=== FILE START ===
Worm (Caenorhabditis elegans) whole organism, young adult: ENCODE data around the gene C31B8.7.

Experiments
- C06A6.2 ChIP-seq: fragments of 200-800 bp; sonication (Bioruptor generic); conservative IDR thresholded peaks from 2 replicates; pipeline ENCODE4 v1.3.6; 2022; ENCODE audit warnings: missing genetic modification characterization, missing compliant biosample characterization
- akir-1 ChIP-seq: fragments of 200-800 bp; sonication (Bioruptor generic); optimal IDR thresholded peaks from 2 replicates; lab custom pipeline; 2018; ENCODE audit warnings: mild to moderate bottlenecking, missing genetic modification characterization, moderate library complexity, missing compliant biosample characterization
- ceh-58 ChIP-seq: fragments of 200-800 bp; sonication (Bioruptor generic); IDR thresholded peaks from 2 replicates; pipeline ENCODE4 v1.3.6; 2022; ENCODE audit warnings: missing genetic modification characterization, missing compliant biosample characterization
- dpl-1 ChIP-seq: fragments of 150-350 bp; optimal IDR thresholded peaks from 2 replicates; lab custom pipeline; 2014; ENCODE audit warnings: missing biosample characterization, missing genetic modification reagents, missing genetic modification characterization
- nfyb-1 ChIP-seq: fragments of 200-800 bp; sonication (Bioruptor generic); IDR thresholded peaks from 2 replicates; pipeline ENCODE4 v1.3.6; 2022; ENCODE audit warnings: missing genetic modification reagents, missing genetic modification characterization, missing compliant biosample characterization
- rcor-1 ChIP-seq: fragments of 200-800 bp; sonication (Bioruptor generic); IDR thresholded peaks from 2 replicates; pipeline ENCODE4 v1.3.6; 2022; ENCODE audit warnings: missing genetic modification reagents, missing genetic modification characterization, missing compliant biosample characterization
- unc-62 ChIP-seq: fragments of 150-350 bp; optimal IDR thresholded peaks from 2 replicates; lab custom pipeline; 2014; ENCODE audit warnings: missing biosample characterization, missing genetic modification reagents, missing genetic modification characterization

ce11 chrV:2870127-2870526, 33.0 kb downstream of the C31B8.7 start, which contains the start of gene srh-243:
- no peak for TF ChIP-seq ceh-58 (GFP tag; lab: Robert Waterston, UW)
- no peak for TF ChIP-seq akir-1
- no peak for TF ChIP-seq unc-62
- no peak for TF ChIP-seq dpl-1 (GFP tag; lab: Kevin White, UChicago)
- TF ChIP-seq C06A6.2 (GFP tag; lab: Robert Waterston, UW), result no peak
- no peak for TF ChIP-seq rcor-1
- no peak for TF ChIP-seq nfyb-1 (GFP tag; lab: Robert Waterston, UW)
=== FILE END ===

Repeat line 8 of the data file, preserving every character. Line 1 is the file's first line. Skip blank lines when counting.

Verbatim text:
- rcor-1 ChIP-seq: fragments of 200-800 bp; sonication (Bioruptor generic); IDR thresholded peaks from 2 replicates; pipeline ENCODE4 v1.3.6; 2022; ENCODE audit warnings: missing genetic modification reagents, missing genetic modification characterization, missing compliant biosample characterization